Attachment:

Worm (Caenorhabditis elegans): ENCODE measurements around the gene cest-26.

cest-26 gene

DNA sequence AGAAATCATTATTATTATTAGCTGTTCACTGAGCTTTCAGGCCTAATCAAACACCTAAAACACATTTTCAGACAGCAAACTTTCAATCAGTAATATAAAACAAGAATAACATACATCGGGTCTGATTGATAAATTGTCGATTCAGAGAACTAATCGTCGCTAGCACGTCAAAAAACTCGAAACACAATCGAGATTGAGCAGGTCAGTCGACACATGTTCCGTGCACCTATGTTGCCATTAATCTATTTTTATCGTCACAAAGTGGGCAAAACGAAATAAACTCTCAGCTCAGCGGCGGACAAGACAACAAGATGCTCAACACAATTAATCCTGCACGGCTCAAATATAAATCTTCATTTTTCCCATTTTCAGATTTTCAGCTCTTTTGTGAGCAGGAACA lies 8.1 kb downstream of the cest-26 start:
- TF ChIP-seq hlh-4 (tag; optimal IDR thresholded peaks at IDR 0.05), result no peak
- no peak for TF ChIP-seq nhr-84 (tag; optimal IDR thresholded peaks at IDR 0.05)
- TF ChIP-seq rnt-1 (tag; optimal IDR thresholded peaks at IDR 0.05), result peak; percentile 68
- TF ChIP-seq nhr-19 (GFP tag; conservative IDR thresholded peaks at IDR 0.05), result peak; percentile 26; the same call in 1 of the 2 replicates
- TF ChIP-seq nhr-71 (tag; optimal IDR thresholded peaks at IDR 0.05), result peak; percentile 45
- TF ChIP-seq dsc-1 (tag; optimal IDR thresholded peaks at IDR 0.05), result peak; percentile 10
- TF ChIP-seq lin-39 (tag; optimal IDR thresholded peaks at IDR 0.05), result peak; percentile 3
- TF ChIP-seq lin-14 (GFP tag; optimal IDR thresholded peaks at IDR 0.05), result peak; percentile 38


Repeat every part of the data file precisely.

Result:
Worm (Caenorhabditis elegans): ENCODE measurements around the gene cest-26.

cest-26 gene

DNA sequence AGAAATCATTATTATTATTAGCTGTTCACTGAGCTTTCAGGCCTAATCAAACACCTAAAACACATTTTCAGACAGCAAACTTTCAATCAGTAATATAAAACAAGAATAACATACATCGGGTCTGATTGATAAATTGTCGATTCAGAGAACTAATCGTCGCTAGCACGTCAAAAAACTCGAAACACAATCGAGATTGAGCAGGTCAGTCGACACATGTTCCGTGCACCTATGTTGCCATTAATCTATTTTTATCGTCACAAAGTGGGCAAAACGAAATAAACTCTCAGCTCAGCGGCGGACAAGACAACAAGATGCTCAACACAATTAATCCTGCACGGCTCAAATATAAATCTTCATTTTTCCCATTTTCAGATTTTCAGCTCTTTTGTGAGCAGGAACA lies 8.1 kb downstream of the cest-26 start:
- TF ChIP-seq hlh-4 (tag; optimal IDR thresholded peaks at IDR 0.05), result no peak
- no peak for TF ChIP-seq nhr-84 (tag; optimal IDR thresholded peaks at IDR 0.05)
- TF ChIP-seq rnt-1 (tag; optimal IDR thresholded peaks at IDR 0.05), result peak; percentile 68
- TF ChIP-seq nhr-19 (GFP tag; conservative IDR thresholded peaks at IDR 0.05), result peak; percentile 26; the same call in 1 of the 2 replicates
- TF ChIP-seq nhr-71 (tag; optimal IDR thresholded peaks at IDR 0.05), result peak; percentile 45
- TF ChIP-seq dsc-1 (tag; optimal IDR thresholded peaks at IDR 0.05), result peak; percentile 10
- TF ChIP-seq lin-39 (tag; optimal IDR thresholded peaks at IDR 0.05), result peak; percentile 3
- TF ChIP-seq lin-14 (GFP tag; optimal IDR thresholded peaks at IDR 0.05), result peak; percentile 38